The experiment will see two grape vines kept cool in the Space Station’s Minus Eighty-Degree Laboratory Freezer, MELFI, putting the plants into hibernation so they do not require nutrients or water.
March also marked the conclusion of multiscale boiling experiment Rubi– an experiment to better understand the boiling process, which has now produced around 4.7 TB of data that is being analysed by scientists on Earth.
After decommissioning Rubi, Jessica installed a new experiment in Columbus’ Fluid Science Laboratory (FSL) known as Foam-Coarsening. This experiment, developed by Airbus for ESA, builds on a series of investigations to better understand the behaviour of foam in space.
Through the Foam-Coarsening experiment, researchers will investigate foam behaviour at different liquid stages, particularly as it transitions from a solid- to liquid-like state.
The results from this research go beyond just the foam in your morning cappuccino. Foams are used in a wide range of areas from food production to cleaning and sealing products, cosmetics and personal hygiene products, and even construction. However, scientific knowledge of liquid foams is extremely limited due to their instability on Earth. Gaining a better understanding of their properties with the help of microgravity could help improve foam control or process design in industry.
Just like Rubi, the Foam-Coarsening experiment is supported by the Belgian User Support and Operations Centre (B.USOC). Operations centres such as B.USOC act as the link between scientists and the International Space Station, taking responsibility for the preparation and operation of experiments in contact with other ground control stations across Europe.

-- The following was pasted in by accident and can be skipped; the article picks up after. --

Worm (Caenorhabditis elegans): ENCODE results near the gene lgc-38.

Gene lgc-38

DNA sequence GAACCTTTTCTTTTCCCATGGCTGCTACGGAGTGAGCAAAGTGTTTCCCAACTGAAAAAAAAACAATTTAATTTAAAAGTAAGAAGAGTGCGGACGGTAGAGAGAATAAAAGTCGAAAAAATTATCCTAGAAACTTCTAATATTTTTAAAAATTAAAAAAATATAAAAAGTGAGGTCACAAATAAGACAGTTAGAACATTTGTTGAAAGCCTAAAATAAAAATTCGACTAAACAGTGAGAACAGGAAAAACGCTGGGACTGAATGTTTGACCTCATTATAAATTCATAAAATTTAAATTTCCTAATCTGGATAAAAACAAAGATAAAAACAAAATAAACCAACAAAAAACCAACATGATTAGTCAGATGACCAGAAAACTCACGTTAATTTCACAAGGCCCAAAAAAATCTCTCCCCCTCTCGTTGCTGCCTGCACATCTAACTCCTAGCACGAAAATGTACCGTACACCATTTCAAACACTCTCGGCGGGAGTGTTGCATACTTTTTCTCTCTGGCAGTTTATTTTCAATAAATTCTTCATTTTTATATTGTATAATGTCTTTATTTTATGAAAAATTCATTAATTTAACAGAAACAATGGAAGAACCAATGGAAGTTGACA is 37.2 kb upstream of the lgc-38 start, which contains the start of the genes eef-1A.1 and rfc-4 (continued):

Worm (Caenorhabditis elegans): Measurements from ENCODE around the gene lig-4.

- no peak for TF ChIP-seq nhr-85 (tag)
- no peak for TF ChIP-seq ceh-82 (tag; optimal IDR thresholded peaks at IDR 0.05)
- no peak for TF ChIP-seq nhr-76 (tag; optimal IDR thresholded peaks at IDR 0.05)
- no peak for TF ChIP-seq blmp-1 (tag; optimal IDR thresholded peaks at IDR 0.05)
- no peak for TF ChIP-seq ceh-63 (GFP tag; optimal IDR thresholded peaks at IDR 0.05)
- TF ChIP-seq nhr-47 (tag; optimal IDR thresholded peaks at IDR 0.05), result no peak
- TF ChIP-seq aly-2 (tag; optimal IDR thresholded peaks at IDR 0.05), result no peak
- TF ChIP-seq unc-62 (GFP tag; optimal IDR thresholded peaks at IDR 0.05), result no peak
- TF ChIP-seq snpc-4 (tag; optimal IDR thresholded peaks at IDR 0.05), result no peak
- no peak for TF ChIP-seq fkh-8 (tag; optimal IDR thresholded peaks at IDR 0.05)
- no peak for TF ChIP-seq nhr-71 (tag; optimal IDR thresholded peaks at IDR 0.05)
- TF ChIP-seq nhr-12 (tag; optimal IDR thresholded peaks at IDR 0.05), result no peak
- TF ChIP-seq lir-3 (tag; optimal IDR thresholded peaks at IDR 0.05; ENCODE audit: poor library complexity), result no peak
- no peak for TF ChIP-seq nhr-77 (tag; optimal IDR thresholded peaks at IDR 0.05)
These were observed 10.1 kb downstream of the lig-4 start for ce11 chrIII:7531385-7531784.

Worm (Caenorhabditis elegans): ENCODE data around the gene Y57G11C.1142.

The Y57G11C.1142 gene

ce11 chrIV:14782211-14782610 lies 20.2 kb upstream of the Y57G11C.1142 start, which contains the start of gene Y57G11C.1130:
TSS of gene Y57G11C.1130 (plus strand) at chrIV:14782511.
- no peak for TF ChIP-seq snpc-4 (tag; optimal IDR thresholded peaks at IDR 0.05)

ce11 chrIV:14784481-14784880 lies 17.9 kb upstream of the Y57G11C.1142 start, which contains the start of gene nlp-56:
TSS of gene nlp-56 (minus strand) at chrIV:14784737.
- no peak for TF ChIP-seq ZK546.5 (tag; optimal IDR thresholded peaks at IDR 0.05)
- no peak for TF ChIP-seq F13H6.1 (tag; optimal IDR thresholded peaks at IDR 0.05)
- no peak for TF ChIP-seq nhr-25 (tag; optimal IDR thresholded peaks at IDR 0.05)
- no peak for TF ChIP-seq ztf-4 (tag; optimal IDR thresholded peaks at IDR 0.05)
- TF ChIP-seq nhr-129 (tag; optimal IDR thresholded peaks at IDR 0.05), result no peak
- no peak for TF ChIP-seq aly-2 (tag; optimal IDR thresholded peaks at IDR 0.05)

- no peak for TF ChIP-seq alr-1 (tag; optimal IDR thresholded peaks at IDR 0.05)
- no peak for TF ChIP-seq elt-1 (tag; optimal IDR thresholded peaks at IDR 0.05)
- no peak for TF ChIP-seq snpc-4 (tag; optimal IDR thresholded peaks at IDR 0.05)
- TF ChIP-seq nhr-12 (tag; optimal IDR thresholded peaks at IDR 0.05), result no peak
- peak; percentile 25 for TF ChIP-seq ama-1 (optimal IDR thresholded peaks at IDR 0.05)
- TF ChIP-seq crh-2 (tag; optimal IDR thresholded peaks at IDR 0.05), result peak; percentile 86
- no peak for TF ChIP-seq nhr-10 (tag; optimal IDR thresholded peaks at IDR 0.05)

Smart surface research continues
From the brand new to the more familiar: research into the effectiveness of antimicrobial materials in microgravity is ongoing throughan experiment called Matiss.
Commissioned by ESA astronaut Thomas Pesquet during his Proxima mission, this experiment has been running in different forms on the Station since 2016. It aims to understand how ‘smart surfaces’ on the International Space Station could stem the spread of pathogens, with potential to help the development of antimicrobial surfaces for use on elevator buttons and door handles, bars, public transport and other high-traffic areas on Earth. Findings will also be of value in the design of future spacecraft, where the need to reduce the risk of illness or infection for astronauts is even greater than in low Earth orbit.
The second set of Matiss surface samples were returned to Earth in September 2019 for analysis. At this time, NASA astronaut Andrew Morgan also installed a new set of two sample holders in Columbus for a period of six months. These aim to test new patterned hydrophobic (liquid-repelling) surfaces.
Drew wraps up Acoustic Diagnostics
As this summary of Space Station science draws to a close, so too has the final session of Italian space agency ASI’s experiment Acoustic Diagnostics with Andrew Morgan. Drew performed his last session on 20 March. The sessions are relatively passive for crew members as inner ear sensors detect the movement of hairs in response to auditory stimulation.
ESA astronaut Luca Parmitano also participated in this study during his Beyond mission. It aims to assess the possible adverse effects of noise and the microgravity environment of the Space Station on human hearing. If you are interested in hearing what astronauts hear during this experiment as well as some of the other sounds of space, tune into episode four of the ESA Explores Beyond series podcast.